AWS has announced its AWS Kubernetes roadmap which will include an EKS GitOps add-on, along with tighter security and observability integrations with other AWS services and edge computing support, the cloud giant’s container executives said this week.
AWS first launched “add-ons,” its term for managed instances of Kubernetes cluster administration tools, as part of its Amazon Elastic Kubernetes Service (EKS) last December. Users with managed Kubernetes clusters on EKS can invoke EKS add-ons with a single command instead of configuring them in detail every time they create a new EKS cluster within the service.
With GitOps support, AWS aims to ease EKS management
GitOps has gained momentum among mainstream enterprises over the last two years because of how it enforces consistency automatically within complex distributed systems, such as Kubernetes infrastructures. Under GitOps, IT teams manage both applications and infrastructure as code in the same repositories, using a tool such as Flux or Argo CD to keep production Kubernetes clusters consistent with their desired state as expressed in code.
Users should also expect AWS to offer multiple Flux instances in the same cluster or multiple clusters under the same Flux controller, and further abstract GitOps complexity in the AWS Console as part of the EKS add-on, according to one industry analyst.
“That simplicity of customer experience is why basic container users gravitate to ECS versus EKS; EKS is more a power user container solution,” said Rob Strechay, an analyst at Enterprise Strategy Group, a division of TechTarget. “Flux fits the AWS ethos of segregation of duties and smallest blast radius pretty well, [and] the ease of install and upgrade is huge when you are doing this at scale and managing it.”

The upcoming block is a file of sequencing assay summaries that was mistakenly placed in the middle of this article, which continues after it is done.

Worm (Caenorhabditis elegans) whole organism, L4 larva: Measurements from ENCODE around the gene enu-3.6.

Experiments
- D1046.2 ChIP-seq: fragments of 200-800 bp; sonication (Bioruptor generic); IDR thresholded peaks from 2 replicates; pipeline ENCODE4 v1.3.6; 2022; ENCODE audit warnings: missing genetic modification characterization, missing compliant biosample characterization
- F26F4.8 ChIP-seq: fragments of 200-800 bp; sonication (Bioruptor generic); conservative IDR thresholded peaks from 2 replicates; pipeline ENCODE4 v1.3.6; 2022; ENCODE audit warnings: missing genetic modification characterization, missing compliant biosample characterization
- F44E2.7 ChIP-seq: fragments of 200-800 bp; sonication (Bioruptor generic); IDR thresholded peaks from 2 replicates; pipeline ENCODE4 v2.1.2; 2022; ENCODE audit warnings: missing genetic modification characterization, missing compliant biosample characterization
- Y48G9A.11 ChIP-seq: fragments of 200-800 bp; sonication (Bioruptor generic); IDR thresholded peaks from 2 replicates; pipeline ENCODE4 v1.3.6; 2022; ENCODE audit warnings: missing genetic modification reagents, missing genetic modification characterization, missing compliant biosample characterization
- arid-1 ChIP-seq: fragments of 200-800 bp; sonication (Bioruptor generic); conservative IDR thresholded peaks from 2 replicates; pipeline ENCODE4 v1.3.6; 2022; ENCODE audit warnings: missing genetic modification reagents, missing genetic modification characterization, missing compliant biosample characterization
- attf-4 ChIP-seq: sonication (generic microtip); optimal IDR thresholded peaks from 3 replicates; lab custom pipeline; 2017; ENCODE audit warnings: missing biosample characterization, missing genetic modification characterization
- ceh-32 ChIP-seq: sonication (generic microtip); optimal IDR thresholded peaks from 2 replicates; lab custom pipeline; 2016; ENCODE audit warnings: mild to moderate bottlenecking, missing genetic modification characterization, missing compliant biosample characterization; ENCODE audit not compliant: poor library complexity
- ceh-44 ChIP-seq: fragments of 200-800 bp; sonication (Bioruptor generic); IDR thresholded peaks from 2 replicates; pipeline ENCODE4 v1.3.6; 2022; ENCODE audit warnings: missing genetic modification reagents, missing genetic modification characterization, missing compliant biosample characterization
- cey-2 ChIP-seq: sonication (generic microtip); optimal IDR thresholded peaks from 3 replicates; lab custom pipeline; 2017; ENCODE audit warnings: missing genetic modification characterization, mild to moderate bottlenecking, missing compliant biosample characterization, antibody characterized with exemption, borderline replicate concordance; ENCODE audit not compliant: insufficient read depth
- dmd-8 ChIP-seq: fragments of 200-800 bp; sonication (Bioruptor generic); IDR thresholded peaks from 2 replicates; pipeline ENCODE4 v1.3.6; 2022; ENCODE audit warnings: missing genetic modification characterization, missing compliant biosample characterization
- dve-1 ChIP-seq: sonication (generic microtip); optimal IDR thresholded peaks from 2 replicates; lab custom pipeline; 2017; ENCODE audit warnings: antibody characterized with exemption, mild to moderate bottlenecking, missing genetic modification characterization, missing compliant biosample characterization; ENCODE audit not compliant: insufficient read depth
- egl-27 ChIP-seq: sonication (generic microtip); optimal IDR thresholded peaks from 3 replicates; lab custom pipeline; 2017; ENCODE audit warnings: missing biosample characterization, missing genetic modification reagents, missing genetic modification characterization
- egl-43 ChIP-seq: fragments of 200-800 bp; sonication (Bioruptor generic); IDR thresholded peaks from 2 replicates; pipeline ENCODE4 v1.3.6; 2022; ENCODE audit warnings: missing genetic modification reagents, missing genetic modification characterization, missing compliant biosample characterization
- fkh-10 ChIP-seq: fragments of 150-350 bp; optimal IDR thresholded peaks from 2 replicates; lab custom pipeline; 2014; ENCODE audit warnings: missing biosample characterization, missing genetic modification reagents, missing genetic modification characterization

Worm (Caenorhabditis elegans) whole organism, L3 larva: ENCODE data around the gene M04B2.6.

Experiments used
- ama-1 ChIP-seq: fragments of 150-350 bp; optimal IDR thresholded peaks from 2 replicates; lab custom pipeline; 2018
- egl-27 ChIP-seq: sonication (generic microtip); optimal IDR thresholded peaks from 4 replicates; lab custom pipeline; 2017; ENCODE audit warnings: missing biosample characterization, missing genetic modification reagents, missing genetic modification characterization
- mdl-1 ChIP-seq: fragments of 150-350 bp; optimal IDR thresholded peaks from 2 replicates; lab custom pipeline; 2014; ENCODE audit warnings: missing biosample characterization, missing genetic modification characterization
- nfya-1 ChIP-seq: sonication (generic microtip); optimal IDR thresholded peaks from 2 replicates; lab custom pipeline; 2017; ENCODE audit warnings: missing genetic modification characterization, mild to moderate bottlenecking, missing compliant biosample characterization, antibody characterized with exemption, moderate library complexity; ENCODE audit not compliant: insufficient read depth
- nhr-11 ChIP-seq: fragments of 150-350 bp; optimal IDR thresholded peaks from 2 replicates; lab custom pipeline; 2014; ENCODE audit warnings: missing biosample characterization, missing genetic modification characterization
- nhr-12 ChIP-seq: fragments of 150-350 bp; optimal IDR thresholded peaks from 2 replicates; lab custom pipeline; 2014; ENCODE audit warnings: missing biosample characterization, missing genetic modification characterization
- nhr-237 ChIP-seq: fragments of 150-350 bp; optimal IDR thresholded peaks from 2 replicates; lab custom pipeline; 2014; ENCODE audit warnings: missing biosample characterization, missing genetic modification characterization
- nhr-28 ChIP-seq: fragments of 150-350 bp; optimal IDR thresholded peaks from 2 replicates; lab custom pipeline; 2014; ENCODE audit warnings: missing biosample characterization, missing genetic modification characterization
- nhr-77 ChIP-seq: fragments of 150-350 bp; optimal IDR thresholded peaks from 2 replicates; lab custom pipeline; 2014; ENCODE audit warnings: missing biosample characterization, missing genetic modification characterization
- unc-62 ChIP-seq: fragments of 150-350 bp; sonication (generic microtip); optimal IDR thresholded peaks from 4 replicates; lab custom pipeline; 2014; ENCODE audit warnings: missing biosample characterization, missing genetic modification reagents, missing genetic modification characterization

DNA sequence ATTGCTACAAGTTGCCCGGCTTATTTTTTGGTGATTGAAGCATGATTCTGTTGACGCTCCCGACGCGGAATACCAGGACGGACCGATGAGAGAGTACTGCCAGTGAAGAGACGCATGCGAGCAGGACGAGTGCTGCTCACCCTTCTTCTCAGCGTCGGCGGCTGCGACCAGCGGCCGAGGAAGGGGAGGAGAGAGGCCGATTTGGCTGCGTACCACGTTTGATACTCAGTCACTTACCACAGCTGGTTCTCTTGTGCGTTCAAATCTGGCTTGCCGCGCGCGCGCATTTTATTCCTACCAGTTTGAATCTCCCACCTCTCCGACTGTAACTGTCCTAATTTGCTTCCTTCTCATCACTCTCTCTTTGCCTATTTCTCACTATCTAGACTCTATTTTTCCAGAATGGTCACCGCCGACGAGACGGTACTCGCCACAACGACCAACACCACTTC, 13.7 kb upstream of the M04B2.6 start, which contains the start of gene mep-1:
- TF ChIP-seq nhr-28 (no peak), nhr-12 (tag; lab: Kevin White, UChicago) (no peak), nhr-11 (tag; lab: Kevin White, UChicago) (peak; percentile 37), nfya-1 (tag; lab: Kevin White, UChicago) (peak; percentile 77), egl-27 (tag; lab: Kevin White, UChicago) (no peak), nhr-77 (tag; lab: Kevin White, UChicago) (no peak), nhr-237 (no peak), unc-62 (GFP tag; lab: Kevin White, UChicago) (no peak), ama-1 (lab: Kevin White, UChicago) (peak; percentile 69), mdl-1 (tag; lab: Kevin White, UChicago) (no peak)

In the open source world, Flux competes with Intuit’s Argo CD project for enterprise GitOps adoption, but the choice of Flux for the first EKS GitOps add-on isn’t intended as an Argo snub. Argo integration may come later.
AWS Kubernetes roadmap: security, observability in focus
AWS also plans Amazon EKS add-ons that support its distribution of the OpenTelemetry digital tracing project; Kubernetes Cluster Storage Interface drivers that connect container clusters to external data storage systems; a load-balancer controller; and a Prometheus-based metrics monitoring server.
Other roadmap plans for Amazon EKS include cost allocation features for chargeback, support for continuous container image scanning with version two of Amazon Inspector and improvements to service discovery between multiple EKS clusters using an upstream Kubernetes multiservice API and the AWS Cloud Map service discovery utility.
These latter updates will add to a multicluster management tool, EKS Connector, that AWS launched in preview Sept. 8, which can import data about EKS and non-EKS clusters to give EKS administrators visibility into multicluster environments.
ECS Anywhere finds edge computing spotlight
Amazon EKS is among several hosted container services offered by AWS, which also includes Amazon ECS, the cloud provider’s original hosted container service that emphasizes simplicity. Amazon added EKS when customers demanded more Kubernetes-native features, but novice container users are more likely to favour Amazon ECS or a more highly abstracted service such as AWS Proton, which hosts template-based microservices deployments, or the AWS Fargate serverless container platform.
AWS also markets multiple hybrid cloud and on-premises infrastructure services, including Outposts, which moves AWS-compatible hardware and infrastructure management tools into on-premises data centres, and ECS Anywhere and EKS Anywhere services, which are software-only hybrid cloud container frameworks.
As with the cloud-based ECS and EKS, ECS Anywhere is usually chosen by users for its simplicity, while EKS Anywhere offers deeper cluster-level control. Sfor edge computing at sites such as fast-food restaurant locations, where hardware and IT personnel resources are scarce.